On this day George Harrison bought a shelf company Mornyork Ltd, which he turned into a music publishing company Harrisongs Ltd. He was on tour in the US at the time, so the transaction would most likely have been made on his behalf by NEMS Enterprises.
Shelf companies typically exist for no other purpose than to enable others to buy them to set up their own companies with minimal complications. That was the case with Mornyork, which became Harrisongs Ltd on 7 December 1964.
Harrison, however, entered into a three-year publishing deal with Northern from 25 March 1965, giving that company the publishing rights to his songs. None of Harrison’s compositions were published by Harrisongs until his Northern Songs contract expired in March 1968. Harrison owned 80% of Harrisongs.
Royalty rates on songs published by Northern Songs were divided among the principal shareholders, with Lennon owning 19%, McCartney owning 20%, 10% belonging to NEMS Enterprises Ltd, and 49% owned by Dick James Music (DJM); Harrison and Starr initially owned nothing. By the time the company went public in 1965 it had been restructured and all the shareholders had cashed in some of their holdings. Lennon and McCartney each owned 15%, DJM held 7%, his family had 15%, DJM’s co-director Emmanuel Charles Silver had 15%, and NEMS Enterprises owned 7%. Harrison and Starr held just 1.6% between them.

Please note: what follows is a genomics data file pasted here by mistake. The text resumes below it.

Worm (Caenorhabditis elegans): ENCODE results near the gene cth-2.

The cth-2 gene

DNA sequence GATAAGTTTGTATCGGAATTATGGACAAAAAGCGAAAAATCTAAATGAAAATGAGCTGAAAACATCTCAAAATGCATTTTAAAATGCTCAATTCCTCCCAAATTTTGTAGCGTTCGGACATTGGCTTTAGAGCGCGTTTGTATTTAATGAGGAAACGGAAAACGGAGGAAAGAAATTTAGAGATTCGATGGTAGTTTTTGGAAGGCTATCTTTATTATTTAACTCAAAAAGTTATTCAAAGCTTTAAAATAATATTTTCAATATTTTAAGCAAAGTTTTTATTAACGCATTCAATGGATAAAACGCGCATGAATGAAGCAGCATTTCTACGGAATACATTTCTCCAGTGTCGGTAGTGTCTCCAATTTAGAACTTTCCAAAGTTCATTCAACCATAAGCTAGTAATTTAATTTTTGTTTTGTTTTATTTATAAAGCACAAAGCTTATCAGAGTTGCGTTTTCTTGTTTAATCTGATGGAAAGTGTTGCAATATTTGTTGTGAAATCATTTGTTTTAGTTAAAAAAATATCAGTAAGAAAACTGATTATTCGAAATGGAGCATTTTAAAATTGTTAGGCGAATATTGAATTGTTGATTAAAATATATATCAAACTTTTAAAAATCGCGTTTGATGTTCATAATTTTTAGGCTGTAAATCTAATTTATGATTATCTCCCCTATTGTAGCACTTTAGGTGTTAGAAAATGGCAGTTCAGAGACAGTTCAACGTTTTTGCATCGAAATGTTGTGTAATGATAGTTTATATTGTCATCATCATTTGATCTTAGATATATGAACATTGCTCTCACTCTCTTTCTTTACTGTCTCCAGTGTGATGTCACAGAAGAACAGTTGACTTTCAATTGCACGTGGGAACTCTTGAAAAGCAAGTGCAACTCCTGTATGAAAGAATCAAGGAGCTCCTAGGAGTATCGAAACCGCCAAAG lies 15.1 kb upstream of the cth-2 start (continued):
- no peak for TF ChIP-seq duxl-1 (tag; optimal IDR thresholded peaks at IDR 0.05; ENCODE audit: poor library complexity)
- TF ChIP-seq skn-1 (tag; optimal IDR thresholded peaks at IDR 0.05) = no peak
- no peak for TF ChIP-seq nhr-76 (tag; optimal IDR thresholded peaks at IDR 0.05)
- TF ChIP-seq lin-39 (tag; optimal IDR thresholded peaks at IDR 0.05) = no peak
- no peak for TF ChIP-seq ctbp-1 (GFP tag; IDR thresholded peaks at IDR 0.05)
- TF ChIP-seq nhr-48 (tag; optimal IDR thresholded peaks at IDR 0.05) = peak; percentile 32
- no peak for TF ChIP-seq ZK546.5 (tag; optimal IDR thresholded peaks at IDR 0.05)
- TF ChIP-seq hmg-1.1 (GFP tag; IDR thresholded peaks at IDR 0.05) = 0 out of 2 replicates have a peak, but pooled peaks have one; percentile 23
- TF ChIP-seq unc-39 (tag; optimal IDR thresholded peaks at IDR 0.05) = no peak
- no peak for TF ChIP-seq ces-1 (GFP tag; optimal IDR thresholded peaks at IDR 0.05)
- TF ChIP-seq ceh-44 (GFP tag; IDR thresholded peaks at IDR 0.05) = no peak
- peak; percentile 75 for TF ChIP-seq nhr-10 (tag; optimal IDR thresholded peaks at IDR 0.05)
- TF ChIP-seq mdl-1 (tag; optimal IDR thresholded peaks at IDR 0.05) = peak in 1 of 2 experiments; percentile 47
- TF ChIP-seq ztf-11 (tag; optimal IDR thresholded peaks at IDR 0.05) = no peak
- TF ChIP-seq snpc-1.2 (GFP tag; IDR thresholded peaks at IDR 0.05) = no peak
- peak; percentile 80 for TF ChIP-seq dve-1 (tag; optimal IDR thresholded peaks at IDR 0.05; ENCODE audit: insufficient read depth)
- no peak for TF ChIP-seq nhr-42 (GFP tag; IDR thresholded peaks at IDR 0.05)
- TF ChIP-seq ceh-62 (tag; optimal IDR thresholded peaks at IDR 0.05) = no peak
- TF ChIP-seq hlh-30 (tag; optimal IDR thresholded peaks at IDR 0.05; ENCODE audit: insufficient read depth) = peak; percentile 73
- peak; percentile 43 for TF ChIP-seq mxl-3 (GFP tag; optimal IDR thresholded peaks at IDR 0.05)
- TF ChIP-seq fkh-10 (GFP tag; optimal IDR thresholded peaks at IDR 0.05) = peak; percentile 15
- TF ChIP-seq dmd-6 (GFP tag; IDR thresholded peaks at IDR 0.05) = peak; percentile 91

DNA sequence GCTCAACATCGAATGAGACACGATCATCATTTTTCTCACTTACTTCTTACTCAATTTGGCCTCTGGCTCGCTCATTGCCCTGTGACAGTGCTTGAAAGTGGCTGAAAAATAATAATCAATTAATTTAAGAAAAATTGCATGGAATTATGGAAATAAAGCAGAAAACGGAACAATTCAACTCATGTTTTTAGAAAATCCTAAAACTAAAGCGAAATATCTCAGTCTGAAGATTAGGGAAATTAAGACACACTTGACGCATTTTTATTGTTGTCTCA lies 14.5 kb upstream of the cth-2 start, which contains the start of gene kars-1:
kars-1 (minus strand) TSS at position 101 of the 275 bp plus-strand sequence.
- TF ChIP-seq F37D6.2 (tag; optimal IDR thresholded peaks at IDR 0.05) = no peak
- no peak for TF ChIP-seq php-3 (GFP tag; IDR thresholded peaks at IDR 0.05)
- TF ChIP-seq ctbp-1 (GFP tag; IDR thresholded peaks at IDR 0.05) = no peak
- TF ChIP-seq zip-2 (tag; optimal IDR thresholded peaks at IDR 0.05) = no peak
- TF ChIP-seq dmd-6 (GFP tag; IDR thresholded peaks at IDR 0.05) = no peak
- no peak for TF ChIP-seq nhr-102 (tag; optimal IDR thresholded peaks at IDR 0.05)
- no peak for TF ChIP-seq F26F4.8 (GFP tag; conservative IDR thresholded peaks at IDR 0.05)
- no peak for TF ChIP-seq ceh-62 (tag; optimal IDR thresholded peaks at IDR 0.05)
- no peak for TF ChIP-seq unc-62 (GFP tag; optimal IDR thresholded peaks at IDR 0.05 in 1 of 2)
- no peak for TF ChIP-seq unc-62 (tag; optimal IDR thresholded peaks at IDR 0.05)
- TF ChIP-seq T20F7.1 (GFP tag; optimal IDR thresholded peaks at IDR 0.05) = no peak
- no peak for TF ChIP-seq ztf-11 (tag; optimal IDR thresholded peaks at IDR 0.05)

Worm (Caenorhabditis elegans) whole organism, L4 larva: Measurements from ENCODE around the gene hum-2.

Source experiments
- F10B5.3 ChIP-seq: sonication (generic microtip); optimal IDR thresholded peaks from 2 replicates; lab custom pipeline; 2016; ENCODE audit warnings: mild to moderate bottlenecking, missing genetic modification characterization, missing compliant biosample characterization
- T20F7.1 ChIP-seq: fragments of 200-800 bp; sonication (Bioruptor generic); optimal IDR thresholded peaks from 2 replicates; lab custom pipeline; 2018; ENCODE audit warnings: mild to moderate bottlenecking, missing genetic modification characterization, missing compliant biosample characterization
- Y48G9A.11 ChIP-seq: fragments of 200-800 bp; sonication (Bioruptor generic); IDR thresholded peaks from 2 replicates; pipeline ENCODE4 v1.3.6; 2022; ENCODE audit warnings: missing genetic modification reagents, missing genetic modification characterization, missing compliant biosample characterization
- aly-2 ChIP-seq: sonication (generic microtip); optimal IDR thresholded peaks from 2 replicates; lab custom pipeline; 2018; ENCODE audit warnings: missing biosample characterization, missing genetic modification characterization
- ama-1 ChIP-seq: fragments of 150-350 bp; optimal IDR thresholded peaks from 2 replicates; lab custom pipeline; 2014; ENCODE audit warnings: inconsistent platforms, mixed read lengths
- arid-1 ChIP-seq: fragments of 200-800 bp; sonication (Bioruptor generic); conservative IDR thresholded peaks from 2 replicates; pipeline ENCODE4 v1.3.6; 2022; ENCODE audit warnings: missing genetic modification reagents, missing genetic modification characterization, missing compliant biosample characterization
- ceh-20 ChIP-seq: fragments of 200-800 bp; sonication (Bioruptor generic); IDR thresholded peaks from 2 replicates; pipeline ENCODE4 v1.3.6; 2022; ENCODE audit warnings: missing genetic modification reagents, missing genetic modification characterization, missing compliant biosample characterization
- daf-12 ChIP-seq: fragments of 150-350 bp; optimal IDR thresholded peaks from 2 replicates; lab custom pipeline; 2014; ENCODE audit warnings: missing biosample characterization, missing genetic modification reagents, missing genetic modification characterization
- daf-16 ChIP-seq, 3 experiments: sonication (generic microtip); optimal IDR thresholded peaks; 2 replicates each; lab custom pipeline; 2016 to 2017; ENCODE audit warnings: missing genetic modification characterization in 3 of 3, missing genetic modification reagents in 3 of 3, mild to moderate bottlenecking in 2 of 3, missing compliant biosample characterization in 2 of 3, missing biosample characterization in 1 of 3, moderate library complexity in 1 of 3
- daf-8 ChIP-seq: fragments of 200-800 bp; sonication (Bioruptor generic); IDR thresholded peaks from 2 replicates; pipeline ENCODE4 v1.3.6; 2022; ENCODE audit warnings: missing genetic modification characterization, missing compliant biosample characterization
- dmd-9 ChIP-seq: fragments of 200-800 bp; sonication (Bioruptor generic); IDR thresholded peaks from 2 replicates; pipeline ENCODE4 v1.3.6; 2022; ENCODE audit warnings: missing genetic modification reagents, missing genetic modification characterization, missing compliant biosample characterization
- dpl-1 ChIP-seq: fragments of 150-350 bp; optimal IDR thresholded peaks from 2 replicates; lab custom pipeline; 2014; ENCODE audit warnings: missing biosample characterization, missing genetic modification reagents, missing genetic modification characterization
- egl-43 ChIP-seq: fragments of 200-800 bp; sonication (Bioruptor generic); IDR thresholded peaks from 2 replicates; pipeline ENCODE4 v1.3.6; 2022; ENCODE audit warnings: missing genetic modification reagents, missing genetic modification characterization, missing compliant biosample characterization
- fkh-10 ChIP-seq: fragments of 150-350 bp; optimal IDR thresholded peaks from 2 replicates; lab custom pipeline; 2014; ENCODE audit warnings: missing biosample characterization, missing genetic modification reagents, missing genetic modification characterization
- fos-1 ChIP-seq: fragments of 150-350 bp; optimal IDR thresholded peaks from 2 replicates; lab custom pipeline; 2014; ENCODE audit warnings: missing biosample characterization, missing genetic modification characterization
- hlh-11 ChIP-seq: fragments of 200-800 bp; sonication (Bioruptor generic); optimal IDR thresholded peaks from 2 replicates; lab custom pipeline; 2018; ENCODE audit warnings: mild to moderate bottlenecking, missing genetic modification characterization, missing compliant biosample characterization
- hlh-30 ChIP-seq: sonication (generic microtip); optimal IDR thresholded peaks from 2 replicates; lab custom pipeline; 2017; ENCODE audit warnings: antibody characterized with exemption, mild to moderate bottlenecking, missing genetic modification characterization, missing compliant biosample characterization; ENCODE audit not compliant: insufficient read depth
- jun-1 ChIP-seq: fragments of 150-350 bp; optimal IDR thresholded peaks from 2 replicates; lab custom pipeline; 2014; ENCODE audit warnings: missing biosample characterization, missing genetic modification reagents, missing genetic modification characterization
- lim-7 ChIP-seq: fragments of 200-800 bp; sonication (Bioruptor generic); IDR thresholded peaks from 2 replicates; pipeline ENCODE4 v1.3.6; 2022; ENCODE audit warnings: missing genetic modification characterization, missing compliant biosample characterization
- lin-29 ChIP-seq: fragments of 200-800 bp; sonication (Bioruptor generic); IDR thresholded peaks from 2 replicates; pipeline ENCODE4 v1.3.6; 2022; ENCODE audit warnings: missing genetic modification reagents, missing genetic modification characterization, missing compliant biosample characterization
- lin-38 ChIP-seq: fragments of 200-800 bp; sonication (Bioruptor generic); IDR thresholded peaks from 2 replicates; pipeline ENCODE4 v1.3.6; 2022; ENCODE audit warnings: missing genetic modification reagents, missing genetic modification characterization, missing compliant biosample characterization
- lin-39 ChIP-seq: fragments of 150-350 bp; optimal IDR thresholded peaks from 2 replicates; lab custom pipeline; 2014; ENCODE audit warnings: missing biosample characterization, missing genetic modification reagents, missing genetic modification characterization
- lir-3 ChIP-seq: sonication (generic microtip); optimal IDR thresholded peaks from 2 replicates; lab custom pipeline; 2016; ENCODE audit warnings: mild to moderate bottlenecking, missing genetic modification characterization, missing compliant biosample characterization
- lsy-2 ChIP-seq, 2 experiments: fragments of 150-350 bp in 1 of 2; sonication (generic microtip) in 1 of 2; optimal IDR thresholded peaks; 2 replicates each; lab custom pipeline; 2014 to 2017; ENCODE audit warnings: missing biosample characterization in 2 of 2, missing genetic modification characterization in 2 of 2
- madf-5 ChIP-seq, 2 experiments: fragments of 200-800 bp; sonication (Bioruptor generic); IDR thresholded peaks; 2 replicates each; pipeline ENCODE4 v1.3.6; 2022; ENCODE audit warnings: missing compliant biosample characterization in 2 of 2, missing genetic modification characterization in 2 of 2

The result was that Harrison and Starr received far less money than Lennon-McCartney for any of their compositions that the company published. And, because he was under contract with Northern Songs until 1968, Harrison left his own publishing company dormant until that time. Starr set up his own publishing company Startling Music in 1968.